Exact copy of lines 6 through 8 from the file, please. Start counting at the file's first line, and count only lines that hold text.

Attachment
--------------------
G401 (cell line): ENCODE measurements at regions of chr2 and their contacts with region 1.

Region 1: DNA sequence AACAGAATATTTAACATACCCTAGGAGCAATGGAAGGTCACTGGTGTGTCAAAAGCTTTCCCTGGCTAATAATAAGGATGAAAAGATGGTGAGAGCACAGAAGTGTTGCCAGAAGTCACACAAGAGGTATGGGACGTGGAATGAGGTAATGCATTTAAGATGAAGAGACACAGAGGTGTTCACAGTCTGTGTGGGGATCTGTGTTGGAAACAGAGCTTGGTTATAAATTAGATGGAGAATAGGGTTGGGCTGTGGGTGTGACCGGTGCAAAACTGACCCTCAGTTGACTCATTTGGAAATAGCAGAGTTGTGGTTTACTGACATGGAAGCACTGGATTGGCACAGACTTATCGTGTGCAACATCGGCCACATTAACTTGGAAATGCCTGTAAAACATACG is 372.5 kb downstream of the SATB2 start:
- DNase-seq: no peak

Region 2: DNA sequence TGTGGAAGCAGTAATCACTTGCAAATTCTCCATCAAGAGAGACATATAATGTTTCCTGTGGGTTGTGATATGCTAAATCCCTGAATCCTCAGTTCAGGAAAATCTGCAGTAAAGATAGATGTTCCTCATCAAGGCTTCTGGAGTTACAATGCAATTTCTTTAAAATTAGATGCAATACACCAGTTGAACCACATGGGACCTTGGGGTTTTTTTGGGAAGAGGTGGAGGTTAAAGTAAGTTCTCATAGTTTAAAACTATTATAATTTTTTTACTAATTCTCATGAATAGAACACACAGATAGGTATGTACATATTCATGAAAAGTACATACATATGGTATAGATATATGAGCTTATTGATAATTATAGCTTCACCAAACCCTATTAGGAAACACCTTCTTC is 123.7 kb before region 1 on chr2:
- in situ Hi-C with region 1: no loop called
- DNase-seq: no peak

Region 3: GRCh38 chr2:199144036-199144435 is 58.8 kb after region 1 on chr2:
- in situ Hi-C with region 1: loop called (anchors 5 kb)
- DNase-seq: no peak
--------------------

- DNase-seq: no peak

Region 3: GRCh38 chr2:199144036-199144435 is 58.8 kb after region 1 on chr2:
- in situ Hi-C with region 1: loop called (anchors 5 kb)